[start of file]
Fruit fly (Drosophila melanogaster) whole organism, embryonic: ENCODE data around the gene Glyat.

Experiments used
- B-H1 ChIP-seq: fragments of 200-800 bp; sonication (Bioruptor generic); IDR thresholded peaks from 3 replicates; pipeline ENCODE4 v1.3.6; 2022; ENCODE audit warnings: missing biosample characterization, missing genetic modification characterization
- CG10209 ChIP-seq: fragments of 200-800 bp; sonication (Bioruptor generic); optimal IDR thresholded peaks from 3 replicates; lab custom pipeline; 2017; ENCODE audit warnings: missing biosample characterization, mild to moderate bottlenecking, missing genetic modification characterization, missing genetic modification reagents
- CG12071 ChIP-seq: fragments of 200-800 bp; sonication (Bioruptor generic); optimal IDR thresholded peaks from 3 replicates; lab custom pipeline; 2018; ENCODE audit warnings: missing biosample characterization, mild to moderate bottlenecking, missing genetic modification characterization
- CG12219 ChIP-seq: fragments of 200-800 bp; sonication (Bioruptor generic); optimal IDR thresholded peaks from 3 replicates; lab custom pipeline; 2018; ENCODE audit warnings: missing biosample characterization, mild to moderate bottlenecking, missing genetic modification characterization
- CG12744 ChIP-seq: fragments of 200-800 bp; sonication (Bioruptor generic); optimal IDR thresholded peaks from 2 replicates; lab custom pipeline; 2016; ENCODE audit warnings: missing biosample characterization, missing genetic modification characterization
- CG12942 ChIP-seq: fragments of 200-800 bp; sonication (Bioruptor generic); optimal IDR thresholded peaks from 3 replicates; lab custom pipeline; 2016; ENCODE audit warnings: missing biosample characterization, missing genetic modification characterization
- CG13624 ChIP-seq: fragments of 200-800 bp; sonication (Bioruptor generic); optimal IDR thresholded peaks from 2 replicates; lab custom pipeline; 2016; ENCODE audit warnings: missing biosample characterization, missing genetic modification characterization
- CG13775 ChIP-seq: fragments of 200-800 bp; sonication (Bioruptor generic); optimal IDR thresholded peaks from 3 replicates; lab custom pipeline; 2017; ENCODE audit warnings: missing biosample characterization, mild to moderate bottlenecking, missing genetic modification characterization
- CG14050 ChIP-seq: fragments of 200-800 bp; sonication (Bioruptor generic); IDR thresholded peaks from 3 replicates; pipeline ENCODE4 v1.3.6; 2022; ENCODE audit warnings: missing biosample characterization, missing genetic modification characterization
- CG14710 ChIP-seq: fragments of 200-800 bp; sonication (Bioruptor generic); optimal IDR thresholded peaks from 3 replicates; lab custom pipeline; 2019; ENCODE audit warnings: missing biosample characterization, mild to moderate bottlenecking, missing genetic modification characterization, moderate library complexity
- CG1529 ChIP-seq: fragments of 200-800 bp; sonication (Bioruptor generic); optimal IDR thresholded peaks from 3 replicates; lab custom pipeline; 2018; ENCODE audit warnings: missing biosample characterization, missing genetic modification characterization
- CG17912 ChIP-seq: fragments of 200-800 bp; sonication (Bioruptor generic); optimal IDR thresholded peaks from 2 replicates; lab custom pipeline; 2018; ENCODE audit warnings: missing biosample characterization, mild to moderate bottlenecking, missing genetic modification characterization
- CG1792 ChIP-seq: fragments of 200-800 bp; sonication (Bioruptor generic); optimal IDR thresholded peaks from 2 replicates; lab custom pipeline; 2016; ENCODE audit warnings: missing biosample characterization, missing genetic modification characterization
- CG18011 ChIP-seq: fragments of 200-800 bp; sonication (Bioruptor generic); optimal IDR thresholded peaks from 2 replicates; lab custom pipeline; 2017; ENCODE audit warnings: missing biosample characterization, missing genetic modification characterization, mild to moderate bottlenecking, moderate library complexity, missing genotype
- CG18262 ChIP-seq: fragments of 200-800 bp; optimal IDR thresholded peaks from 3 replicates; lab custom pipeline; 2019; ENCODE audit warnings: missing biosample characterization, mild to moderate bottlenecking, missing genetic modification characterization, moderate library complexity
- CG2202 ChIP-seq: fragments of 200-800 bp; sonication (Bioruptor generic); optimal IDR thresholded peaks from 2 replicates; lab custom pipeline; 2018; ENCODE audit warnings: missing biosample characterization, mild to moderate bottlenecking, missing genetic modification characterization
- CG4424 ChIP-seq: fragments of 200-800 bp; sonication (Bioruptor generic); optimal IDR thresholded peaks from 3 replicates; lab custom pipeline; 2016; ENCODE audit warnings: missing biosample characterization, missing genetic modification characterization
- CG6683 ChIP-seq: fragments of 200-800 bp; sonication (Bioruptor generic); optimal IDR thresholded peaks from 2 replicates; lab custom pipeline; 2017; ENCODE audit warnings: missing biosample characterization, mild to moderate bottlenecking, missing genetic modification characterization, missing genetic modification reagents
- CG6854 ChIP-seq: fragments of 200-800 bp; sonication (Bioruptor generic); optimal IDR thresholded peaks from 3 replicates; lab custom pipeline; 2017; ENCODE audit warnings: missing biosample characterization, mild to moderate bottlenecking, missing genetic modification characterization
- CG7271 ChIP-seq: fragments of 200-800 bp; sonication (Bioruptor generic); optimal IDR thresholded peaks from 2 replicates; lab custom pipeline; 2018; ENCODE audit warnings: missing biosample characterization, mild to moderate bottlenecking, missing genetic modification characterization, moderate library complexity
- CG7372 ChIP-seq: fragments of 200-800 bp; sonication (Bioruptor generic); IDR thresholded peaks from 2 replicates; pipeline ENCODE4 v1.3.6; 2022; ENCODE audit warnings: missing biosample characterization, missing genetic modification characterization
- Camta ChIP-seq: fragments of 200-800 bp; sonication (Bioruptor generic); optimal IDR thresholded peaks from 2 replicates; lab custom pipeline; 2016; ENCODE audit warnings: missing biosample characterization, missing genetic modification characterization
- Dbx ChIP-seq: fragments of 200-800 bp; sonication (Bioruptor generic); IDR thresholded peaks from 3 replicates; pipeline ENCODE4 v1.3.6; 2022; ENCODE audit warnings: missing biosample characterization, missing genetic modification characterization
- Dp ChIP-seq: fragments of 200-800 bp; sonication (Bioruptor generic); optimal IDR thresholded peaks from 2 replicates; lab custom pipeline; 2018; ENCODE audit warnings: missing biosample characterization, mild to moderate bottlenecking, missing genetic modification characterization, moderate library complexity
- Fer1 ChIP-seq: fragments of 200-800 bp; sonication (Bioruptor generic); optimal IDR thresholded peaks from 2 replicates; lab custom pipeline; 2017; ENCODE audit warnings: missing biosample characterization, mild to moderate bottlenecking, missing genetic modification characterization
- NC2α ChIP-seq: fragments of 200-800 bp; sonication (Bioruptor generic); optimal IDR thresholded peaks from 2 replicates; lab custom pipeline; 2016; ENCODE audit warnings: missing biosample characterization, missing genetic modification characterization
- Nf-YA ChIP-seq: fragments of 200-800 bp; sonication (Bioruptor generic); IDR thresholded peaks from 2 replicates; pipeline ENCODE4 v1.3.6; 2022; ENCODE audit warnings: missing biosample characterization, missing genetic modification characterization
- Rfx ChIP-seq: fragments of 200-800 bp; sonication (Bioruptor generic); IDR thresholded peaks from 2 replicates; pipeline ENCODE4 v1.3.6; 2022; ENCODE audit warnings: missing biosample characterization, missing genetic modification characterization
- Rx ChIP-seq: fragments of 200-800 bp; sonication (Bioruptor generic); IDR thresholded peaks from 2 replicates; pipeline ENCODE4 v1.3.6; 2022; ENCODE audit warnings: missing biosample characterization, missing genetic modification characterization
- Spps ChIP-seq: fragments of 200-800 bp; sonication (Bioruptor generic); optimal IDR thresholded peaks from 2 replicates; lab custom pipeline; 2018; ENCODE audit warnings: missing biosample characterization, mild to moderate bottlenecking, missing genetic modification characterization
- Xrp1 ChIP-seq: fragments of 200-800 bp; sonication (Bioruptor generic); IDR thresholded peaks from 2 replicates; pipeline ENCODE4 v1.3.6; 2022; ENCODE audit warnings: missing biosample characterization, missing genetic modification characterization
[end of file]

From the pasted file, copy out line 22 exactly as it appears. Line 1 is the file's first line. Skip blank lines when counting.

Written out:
- CG7271 ChIP-seq: fragments of 200-800 bp; sonication (Bioruptor generic); optimal IDR thresholded peaks from 2 replicates; lab custom pipeline; 2018; ENCODE audit warnings: missing biosample characterization, mild to moderate bottlenecking, missing genetic modification characterization, moderate library complexity